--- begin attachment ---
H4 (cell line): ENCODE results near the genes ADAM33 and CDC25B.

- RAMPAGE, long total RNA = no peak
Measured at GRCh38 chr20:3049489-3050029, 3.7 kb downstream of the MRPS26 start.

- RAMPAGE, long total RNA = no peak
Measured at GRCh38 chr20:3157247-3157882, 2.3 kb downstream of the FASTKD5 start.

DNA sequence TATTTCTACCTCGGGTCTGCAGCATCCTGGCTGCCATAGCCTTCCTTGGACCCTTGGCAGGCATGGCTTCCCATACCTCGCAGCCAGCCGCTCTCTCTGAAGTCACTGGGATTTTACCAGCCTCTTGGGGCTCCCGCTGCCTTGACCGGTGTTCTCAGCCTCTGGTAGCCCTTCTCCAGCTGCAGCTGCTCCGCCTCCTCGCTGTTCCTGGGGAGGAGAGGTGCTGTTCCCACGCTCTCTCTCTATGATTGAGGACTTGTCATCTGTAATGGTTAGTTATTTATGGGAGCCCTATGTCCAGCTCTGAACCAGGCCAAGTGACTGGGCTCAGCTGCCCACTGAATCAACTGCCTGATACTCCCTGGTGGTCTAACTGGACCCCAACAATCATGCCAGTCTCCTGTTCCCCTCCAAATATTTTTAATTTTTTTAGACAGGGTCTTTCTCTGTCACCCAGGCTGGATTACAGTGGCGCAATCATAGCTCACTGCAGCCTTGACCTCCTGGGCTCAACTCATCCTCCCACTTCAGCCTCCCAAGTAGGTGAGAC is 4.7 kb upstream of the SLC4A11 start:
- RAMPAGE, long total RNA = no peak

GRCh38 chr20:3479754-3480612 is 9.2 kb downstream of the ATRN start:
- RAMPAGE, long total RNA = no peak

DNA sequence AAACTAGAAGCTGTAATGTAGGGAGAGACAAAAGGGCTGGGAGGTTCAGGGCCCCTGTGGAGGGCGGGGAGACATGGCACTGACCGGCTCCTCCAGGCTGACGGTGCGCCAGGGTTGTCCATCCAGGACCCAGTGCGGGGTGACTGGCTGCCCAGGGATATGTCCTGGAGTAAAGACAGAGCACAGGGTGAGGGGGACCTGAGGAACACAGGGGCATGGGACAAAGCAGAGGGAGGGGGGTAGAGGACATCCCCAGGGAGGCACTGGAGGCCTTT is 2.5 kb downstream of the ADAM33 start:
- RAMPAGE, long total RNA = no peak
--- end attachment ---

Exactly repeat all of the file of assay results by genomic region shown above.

H4 (cell line): ENCODE results near the genes ADAM33 and CDC25B.

- RAMPAGE, long total RNA = no peak
Measured at GRCh38 chr20:3049489-3050029, 3.7 kb downstream of the MRPS26 start.

- RAMPAGE, long total RNA = no peak
Measured at GRCh38 chr20:3157247-3157882, 2.3 kb downstream of the FASTKD5 start.

DNA sequence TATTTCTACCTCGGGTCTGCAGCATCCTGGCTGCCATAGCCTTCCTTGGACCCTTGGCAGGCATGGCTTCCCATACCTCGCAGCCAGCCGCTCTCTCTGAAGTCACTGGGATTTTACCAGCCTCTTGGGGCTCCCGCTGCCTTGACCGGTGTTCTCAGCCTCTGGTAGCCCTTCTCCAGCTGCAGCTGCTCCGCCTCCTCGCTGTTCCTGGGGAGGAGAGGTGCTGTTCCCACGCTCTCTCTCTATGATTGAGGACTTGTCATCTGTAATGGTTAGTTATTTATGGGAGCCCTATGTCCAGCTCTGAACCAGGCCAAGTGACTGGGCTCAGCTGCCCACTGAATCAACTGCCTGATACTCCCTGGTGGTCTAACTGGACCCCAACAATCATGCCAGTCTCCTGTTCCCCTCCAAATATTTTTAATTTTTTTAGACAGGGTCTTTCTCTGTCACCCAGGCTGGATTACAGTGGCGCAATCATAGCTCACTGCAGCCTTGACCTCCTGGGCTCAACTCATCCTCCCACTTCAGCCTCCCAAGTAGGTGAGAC is 4.7 kb upstream of the SLC4A11 start:
- RAMPAGE, long total RNA = no peak

GRCh38 chr20:3479754-3480612 is 9.2 kb downstream of the ATRN start:
- RAMPAGE, long total RNA = no peak

DNA sequence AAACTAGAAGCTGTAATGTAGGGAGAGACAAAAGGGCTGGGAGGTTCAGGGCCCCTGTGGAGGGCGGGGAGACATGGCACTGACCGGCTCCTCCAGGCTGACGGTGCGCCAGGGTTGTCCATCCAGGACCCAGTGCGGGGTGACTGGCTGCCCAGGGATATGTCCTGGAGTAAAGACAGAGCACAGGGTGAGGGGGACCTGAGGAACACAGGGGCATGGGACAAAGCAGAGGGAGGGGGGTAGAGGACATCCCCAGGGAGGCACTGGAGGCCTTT is 2.5 kb downstream of the ADAM33 start:
- RAMPAGE, long total RNA = no peak